The receiver closest to making the team has to be veteran Albert Wilson. He restructured his contract before opting out due to COVID-19 last season. Instead of earning upwards of close to $11 million dollars, he has the chance to make up to three million dollars this year.
However, with Miami going out and getting Fuller who can play in the slot, and having a WR in Williams who has speed like Wilson, carrying Wilson seems unnecessary.
Lynn Bowden Jr.
Lynn Bowden Jr. is kind of in the same scenario as Wilson, but also has some of the same talents as Perry. However, there are people with similar skills as his who do them better who aren’t on the bubble and there just may be no space for him on the final 53-man roster.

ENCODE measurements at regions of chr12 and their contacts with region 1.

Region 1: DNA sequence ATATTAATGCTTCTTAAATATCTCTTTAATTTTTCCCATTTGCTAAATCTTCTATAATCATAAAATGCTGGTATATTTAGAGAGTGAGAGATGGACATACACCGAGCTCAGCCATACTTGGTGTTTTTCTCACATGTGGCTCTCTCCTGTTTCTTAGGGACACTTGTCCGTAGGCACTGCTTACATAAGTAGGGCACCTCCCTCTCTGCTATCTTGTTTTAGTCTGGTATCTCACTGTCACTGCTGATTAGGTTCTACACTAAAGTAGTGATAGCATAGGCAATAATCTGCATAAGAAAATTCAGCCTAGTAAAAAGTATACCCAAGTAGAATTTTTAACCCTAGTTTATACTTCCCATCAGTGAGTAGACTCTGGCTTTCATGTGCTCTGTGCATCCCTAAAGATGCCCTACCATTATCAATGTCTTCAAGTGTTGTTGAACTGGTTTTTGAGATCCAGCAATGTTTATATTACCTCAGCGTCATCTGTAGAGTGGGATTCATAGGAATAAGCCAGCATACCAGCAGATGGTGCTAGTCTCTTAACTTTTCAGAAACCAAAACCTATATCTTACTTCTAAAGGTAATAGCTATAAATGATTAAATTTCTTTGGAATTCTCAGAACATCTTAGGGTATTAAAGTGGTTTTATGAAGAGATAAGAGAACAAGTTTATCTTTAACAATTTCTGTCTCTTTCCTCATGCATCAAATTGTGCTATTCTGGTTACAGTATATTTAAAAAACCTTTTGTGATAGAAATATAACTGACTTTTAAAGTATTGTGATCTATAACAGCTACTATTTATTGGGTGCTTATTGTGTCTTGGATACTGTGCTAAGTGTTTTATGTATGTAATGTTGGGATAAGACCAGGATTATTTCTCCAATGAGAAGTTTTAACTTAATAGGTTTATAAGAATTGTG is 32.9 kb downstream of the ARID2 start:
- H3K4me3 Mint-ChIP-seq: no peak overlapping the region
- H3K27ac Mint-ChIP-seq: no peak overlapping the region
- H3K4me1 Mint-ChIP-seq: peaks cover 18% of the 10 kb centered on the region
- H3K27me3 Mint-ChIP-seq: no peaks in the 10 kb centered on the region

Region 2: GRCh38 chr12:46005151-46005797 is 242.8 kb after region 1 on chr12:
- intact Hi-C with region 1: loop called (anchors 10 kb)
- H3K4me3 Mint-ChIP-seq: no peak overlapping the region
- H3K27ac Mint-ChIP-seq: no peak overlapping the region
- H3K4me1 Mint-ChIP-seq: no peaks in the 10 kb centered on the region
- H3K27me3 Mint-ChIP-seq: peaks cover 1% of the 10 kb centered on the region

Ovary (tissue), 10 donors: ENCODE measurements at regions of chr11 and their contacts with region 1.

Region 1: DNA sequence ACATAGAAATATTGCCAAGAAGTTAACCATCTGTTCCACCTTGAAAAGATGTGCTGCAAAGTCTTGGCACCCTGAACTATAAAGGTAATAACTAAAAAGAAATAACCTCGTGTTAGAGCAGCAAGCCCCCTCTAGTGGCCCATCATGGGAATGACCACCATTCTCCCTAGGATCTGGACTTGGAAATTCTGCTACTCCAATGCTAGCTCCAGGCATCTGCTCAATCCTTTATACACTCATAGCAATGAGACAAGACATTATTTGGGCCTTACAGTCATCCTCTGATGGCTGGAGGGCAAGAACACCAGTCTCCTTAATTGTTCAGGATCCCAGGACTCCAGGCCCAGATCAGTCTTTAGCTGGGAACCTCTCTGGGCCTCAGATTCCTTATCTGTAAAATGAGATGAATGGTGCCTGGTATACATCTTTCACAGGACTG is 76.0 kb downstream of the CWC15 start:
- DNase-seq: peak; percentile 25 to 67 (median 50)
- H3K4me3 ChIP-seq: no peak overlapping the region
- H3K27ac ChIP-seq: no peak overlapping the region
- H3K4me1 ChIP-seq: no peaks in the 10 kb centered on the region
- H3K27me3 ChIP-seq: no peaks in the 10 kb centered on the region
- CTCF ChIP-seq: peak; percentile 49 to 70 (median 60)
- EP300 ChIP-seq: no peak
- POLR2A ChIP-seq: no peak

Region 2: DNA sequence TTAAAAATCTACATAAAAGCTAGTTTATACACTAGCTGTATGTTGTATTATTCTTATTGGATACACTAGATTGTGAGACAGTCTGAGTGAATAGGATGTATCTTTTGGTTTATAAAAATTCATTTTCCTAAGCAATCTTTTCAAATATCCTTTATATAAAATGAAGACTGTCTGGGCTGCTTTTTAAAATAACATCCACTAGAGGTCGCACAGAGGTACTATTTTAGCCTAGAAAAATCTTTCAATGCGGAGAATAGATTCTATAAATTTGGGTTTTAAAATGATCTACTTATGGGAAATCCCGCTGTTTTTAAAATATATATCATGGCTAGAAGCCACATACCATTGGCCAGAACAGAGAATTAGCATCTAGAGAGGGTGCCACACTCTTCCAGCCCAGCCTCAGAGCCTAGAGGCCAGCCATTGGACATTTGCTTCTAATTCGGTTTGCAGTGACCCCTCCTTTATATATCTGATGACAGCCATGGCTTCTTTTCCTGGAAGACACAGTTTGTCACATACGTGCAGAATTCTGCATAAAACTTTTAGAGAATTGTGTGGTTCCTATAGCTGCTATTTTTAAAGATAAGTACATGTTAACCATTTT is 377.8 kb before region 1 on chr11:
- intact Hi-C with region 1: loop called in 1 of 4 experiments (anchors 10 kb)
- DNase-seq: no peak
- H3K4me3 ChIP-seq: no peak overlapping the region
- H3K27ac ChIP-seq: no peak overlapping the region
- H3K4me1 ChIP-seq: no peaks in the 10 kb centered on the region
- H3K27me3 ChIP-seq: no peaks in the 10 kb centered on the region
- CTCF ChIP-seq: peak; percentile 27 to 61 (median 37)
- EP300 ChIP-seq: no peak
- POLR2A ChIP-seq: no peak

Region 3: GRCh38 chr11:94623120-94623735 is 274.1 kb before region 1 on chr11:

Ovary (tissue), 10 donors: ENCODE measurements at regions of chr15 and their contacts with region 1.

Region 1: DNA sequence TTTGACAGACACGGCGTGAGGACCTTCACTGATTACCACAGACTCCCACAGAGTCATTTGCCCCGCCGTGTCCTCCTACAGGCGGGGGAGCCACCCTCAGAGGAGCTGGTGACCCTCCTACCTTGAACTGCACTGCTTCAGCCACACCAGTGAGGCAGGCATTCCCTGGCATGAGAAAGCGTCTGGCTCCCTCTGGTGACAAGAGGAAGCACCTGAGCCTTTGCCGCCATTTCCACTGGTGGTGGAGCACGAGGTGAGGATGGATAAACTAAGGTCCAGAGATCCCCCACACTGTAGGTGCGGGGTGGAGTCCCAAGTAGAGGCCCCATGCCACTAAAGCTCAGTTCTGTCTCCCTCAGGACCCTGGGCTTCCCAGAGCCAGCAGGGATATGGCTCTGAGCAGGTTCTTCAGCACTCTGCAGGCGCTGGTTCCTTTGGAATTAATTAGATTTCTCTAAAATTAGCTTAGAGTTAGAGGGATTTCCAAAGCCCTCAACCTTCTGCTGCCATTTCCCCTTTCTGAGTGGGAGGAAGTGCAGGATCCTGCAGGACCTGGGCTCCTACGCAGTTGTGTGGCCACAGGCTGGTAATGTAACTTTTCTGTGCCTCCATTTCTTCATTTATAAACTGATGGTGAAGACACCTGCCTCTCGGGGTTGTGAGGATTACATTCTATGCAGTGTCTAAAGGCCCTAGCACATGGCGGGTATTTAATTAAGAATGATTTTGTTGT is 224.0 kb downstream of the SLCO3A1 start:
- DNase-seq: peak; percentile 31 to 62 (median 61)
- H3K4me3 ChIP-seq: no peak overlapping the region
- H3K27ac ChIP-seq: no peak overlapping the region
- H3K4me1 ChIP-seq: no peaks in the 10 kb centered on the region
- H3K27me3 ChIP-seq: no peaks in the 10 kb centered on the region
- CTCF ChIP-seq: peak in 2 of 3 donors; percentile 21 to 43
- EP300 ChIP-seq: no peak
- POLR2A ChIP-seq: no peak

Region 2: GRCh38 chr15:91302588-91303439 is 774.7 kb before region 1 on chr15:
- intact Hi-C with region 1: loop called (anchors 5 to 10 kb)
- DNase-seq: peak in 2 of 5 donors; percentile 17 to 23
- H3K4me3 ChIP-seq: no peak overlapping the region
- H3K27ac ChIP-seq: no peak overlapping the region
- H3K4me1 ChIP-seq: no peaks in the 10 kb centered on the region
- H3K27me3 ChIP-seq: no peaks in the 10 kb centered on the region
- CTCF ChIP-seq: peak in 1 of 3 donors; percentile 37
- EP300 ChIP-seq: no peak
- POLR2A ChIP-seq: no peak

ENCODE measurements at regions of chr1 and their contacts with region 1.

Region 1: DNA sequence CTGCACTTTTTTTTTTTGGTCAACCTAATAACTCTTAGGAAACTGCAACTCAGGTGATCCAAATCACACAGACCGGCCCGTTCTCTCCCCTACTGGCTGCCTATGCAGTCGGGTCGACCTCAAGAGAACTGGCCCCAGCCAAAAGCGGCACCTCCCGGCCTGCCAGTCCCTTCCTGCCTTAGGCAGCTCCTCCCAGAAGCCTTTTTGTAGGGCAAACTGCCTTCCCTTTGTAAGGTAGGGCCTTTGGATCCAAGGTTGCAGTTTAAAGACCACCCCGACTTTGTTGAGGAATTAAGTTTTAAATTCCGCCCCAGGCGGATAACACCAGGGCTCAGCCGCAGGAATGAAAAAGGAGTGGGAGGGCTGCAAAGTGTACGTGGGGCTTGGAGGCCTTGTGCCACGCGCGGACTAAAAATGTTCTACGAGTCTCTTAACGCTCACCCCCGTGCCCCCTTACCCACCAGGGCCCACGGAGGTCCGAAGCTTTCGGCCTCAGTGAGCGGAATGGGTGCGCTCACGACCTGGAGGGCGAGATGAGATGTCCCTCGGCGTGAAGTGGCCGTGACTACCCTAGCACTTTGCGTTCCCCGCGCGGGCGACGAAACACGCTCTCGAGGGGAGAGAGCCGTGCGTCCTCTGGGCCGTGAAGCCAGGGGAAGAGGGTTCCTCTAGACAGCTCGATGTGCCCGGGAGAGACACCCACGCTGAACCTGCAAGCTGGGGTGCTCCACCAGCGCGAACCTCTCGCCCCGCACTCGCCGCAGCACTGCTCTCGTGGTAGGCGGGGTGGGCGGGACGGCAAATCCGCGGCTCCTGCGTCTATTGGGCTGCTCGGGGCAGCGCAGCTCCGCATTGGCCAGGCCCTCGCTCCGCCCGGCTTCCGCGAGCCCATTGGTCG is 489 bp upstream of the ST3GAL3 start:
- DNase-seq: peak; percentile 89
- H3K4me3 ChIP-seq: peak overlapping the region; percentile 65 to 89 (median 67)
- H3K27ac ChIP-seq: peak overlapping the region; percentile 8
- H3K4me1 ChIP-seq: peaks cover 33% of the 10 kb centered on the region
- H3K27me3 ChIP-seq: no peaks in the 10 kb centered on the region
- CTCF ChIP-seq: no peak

Isaiah Ford will likely see time on the practice squad again and have to continue trying to prove himself and work his way up to the active roster. Grier and Flores were done with him in 2020-21 and even traded him to the New England Patriots, but after New England released him, Miami scooped him back up.
He earned playing time back on the active roster due to those Dolphin injuries, but the Virginia Tech graduate always hovered around 30 yards per game and minimal catches.
Kirk Merritt went undrafted last season and signed with Miami and has stuck around with the organization for another season. He appeared in just one game last season but recorded no statistics.